Professional puzzle-solver and tea lover Professor Hershel Layton and young Luke, his apprentice, are back to solving the ultimate mystery in Professor Layton and the Diabolical Box, the sequel to 2008's Curious Village. The game plays as a Myst-like point-and-click with brain-teasers thrown in every couple of minutes; and not the random, bumbling puzzles of Myst, but random, Mensa head-scratchers that will have you reaching for the nearest bottle of headache medicine. Diabolical Box is not just about solving puzzle after puzzle, however, there's a series of unsolved mysteries at hand along with a big cast of characters to help and hinder along the way. The game is chock full of wit and charm, and it is truly hard to put down.
Developers Level-5 seemingly got the formula right the first time, as not much has changed for the sequel (the third game was released last year in Japan and the fourth is almost out there too!). We still have the lovable British accents, the endless number of puzzles, and nearly the same enticing soundtrack. Let's get into my review of Professor Layton and the Diabolical Box.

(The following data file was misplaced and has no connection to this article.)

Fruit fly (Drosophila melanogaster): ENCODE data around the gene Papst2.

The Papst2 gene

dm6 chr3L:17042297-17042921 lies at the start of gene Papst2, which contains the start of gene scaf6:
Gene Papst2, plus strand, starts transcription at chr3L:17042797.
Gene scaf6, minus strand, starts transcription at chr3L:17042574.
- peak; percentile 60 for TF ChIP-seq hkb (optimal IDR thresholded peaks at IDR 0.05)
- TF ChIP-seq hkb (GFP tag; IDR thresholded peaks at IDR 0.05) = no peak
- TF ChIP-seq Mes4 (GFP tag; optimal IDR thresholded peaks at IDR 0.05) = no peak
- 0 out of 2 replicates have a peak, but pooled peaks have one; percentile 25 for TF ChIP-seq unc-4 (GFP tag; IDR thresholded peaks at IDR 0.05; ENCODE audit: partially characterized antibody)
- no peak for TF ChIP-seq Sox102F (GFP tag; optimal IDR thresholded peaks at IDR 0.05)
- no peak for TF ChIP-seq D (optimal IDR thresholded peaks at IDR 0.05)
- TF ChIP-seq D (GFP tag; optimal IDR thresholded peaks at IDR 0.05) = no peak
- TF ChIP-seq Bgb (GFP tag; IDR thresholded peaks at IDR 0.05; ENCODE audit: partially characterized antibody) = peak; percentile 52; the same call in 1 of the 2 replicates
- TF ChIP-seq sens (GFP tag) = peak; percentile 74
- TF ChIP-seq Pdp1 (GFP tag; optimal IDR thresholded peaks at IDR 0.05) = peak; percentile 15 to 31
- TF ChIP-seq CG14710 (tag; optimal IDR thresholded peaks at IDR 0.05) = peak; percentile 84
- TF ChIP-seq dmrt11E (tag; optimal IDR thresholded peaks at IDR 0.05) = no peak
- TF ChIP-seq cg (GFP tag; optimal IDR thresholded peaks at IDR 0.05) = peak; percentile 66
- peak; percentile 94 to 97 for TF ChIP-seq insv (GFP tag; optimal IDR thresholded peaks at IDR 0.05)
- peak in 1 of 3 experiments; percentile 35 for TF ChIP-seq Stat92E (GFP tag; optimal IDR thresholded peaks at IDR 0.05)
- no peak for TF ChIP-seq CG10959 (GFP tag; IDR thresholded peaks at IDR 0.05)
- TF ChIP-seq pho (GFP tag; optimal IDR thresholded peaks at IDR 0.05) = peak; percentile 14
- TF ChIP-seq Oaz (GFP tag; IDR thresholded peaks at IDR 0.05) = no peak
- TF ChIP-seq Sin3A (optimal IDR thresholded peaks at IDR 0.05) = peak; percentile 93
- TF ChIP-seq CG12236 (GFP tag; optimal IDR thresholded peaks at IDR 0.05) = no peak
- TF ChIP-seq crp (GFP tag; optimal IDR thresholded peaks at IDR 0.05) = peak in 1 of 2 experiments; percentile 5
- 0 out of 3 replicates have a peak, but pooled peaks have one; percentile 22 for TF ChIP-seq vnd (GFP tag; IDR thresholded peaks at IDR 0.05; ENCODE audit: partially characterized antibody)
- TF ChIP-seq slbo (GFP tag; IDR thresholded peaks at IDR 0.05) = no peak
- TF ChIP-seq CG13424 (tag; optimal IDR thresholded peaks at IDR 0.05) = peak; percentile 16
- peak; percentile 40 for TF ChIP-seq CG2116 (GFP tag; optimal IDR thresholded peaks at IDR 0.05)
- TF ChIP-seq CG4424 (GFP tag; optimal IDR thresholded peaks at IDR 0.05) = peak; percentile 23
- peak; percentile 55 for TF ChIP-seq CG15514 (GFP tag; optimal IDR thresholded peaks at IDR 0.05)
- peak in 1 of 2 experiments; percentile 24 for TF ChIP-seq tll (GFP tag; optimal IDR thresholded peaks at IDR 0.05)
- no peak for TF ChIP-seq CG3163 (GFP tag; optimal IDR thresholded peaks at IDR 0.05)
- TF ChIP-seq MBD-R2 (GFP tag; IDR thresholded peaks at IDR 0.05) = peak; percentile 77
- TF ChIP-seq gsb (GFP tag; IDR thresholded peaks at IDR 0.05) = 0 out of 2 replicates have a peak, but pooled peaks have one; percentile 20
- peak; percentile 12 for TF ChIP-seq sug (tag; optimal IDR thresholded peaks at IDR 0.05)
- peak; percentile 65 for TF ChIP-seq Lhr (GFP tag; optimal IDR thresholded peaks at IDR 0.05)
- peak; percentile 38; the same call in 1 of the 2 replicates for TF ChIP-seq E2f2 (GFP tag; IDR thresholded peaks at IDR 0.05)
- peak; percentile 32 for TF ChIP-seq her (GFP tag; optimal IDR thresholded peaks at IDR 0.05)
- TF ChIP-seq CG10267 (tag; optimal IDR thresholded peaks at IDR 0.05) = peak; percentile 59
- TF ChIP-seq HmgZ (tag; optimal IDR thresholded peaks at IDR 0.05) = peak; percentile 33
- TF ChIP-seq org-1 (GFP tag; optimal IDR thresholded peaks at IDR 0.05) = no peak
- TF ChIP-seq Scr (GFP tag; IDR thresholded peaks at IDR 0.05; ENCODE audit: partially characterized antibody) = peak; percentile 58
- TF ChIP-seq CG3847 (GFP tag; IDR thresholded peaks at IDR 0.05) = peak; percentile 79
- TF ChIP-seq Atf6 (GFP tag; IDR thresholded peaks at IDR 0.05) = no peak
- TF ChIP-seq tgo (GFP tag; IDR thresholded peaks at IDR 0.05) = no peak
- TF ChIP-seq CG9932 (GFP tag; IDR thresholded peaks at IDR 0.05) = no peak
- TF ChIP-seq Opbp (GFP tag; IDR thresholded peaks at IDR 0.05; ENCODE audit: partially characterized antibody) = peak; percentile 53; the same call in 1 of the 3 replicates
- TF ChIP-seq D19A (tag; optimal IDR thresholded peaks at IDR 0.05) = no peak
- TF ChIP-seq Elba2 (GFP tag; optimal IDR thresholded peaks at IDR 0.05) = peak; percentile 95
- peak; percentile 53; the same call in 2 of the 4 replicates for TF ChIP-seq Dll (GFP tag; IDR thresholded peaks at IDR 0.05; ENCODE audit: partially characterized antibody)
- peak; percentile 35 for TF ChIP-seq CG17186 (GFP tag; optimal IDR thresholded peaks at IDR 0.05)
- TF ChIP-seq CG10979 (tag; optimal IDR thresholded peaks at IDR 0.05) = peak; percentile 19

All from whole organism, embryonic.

A year and a half ago I had the distinct pleasure of playing Professor Layton and the Curious Village, a mystery game packed with puzzles set in, well, a very curious village. The game was a hit with me and many others, and while Level-5 has doled out three Layton games already and is a few months away from the fourth, they're just getting around to releasing the second outside of Japan. We wait patiently, however, and are rewarded with Professor Layton and the Diabolical Box. Nintendo is serving as the publisher in North America, Europe, and Australia, and has done a magnificent job releasing a potentially very niche puzzler to a wider audience. Honestly, the series is filled with such ultra-politeness and quirky British voice talent it's a wonder that something like this has taken off. Professor Layton is simply a perfect storm of great puzzles and marvelous atmosphere.
Level-5 is of course also the developer of Rogue Galaxy, an RPG I recently reviewed for the PlayStation 2. I'm becoming more and more impressed by their range of games they're developing and publishing, and other companies are too, including Square Enix which trusted them with Dragon Quest IX.
The release schedule of the Professor Layton series seems very similar to that of Phoenix Wright, with the West just starting to get the series after a few of them had already been released in Japan. In some ways, this is great because we know that there are a whole slew of games coming, but I just hope it doesn't start feeling stale like Ace Attorney did. Well, here's the first hour of Professor Layton and the Diabolical Box.